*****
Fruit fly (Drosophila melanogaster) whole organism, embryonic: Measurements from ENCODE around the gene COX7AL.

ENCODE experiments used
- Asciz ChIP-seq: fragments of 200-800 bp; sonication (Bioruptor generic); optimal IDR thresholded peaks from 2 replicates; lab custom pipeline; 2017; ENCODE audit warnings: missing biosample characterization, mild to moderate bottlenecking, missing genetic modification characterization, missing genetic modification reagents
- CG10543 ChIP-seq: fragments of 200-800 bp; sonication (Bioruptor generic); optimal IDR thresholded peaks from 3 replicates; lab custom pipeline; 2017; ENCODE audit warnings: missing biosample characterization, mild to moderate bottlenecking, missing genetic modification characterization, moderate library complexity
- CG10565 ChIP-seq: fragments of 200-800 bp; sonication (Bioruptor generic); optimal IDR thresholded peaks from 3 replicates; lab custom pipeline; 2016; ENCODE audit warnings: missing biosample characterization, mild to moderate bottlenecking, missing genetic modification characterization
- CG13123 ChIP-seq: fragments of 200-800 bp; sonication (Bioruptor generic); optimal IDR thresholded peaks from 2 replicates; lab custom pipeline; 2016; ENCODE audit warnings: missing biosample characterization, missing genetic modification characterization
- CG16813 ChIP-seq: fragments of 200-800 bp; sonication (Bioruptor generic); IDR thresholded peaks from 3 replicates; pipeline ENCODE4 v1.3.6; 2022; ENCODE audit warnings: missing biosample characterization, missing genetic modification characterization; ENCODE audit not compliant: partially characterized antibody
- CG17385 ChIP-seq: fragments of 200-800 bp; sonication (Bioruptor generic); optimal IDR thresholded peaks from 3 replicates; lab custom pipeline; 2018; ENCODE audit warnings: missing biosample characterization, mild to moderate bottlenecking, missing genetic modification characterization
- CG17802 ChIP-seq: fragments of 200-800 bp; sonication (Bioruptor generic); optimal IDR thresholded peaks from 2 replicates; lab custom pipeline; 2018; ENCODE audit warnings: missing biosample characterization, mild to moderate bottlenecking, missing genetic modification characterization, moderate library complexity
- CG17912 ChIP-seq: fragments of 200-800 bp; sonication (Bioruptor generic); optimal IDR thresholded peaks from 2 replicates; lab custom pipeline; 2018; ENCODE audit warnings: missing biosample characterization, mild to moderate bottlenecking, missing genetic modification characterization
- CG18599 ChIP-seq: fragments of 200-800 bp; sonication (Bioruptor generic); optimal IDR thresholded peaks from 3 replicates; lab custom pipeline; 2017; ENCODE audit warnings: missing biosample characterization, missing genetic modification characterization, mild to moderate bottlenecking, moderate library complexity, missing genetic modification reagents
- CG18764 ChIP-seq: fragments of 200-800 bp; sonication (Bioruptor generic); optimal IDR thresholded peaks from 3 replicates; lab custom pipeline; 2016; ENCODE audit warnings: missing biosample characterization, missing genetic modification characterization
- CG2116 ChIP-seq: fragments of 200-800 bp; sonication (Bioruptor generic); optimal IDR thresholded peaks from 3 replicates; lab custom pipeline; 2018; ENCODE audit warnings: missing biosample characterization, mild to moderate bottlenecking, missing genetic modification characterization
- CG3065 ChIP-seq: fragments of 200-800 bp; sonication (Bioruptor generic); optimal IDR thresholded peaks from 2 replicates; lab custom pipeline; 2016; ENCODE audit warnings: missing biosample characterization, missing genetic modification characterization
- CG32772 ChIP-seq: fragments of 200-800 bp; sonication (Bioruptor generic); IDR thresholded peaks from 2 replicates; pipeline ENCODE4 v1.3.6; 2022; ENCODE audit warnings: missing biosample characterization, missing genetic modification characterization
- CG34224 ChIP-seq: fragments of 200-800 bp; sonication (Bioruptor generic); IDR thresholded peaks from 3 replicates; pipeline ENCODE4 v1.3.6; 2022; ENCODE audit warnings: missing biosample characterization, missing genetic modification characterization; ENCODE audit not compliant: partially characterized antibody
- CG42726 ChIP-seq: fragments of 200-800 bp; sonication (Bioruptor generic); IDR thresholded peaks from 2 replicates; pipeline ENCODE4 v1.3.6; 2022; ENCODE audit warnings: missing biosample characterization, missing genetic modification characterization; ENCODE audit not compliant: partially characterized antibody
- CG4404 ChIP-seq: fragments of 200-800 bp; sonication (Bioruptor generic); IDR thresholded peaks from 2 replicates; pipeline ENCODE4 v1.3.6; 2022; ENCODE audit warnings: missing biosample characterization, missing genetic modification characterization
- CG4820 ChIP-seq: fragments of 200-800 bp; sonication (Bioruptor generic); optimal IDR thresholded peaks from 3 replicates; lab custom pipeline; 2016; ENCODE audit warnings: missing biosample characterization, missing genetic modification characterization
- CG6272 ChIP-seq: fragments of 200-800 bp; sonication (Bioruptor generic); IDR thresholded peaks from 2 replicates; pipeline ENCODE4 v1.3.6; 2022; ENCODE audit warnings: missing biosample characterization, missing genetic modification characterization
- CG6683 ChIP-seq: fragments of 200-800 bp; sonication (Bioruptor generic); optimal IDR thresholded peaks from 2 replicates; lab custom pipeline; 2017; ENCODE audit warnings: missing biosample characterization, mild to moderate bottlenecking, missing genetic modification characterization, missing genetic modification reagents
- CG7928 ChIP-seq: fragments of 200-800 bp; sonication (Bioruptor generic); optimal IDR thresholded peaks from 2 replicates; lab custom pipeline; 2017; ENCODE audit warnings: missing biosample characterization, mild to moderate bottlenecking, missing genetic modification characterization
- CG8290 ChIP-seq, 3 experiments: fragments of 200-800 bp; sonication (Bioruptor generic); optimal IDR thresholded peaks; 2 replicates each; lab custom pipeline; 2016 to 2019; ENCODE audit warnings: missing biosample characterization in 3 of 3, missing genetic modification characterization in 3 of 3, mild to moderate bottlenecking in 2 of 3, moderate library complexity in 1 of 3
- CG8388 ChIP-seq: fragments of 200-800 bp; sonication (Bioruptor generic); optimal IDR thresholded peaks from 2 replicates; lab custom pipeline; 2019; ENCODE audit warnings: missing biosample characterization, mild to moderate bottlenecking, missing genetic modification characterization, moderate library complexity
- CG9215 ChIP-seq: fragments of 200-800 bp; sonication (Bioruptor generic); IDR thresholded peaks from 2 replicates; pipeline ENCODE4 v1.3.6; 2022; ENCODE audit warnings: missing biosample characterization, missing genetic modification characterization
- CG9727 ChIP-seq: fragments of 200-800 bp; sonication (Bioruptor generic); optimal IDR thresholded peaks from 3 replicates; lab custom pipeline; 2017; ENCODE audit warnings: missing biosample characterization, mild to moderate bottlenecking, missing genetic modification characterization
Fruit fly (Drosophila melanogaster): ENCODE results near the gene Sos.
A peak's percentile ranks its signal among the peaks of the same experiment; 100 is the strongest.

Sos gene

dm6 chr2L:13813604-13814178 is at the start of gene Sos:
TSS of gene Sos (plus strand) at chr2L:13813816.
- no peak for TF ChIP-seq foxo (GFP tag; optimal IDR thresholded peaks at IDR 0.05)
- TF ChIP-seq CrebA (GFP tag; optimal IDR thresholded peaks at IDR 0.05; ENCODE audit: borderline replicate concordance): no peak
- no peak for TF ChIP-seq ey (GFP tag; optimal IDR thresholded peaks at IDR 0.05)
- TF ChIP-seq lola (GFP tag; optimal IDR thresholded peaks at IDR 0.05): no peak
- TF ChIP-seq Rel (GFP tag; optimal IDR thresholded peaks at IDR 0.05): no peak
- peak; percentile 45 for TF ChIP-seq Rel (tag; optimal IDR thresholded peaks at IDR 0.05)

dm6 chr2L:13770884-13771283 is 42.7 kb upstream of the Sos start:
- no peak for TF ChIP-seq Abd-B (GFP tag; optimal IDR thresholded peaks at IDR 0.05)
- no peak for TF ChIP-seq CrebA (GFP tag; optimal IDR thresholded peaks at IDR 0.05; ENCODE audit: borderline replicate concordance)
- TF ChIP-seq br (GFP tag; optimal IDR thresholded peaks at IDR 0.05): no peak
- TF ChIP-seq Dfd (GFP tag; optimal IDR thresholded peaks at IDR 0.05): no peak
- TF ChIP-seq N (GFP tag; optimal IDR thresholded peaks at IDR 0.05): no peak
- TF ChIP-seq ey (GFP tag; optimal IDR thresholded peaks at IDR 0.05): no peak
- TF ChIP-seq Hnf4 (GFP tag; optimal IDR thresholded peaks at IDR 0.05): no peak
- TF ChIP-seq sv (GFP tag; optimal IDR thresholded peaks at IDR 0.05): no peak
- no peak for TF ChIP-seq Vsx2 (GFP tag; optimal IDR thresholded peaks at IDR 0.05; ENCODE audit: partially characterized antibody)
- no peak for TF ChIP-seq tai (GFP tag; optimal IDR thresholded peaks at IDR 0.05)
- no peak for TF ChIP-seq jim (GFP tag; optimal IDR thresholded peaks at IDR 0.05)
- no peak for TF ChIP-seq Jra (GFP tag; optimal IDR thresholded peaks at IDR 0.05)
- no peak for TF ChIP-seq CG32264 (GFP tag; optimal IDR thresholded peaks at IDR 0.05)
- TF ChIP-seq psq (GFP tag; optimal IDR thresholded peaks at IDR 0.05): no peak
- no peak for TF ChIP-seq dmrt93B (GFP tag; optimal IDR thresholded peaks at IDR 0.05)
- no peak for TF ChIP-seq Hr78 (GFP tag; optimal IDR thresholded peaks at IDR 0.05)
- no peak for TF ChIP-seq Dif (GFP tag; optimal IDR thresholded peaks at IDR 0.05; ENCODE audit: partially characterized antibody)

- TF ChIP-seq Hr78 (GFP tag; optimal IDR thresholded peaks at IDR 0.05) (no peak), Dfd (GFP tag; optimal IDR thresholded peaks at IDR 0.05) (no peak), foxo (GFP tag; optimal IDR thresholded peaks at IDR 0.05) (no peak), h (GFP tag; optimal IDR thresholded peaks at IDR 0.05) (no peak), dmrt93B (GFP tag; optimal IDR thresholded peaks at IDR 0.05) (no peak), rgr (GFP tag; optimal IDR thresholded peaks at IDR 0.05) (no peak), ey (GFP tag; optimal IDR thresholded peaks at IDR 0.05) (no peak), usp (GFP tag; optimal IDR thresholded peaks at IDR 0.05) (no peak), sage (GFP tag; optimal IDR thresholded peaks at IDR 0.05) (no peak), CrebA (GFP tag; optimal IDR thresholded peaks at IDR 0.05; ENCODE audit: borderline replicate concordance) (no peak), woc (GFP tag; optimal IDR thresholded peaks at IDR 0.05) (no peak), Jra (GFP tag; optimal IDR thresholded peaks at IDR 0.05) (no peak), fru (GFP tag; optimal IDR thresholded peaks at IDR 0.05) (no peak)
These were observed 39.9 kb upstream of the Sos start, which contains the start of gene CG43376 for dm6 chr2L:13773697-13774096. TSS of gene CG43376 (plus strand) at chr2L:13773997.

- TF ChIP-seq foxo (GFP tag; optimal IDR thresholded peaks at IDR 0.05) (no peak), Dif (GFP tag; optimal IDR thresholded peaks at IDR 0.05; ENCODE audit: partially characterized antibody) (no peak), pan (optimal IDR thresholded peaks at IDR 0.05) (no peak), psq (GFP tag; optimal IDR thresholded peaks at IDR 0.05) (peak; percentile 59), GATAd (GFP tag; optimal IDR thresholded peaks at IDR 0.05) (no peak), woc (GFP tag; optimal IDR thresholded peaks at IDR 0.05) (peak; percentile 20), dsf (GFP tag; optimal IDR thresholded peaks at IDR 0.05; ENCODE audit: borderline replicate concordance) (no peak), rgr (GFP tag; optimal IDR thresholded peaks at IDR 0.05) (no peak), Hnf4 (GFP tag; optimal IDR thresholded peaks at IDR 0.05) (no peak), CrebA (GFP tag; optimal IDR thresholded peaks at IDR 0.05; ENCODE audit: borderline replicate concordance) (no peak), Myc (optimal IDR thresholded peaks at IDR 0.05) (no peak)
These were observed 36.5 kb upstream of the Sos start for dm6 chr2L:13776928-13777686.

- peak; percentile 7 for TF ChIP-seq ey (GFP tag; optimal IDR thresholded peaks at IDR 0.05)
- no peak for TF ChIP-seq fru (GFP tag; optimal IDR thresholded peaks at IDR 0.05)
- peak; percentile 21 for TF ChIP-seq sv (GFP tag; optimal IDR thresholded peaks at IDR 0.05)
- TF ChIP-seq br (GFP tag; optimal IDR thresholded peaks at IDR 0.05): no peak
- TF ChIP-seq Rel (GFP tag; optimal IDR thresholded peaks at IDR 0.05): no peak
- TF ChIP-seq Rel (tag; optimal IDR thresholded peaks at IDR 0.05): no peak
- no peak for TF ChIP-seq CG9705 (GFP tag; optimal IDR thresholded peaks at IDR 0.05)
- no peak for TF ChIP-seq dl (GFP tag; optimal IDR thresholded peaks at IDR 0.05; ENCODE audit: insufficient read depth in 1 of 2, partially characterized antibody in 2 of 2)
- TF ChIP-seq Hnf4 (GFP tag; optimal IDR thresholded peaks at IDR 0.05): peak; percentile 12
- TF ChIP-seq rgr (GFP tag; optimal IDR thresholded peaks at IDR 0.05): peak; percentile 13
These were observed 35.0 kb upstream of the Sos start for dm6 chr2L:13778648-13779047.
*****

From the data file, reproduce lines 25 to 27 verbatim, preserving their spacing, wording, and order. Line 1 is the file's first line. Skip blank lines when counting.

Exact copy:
- CG9215 ChIP-seq: fragments of 200-800 bp; sonication (Bioruptor generic); IDR thresholded peaks from 2 replicates; pipeline ENCODE4 v1.3.6; 2022; ENCODE audit warnings: missing biosample characterization, missing genetic modification characterization
- CG9727 ChIP-seq: fragments of 200-800 bp; sonication (Bioruptor generic); optimal IDR thresholded peaks from 3 replicates; lab custom pipeline; 2017; ENCODE audit warnings: missing biosample characterization, mild to moderate bottlenecking, missing genetic modification characterization
Fruit fly (Drosophila melanogaster): ENCODE results near the gene Sos.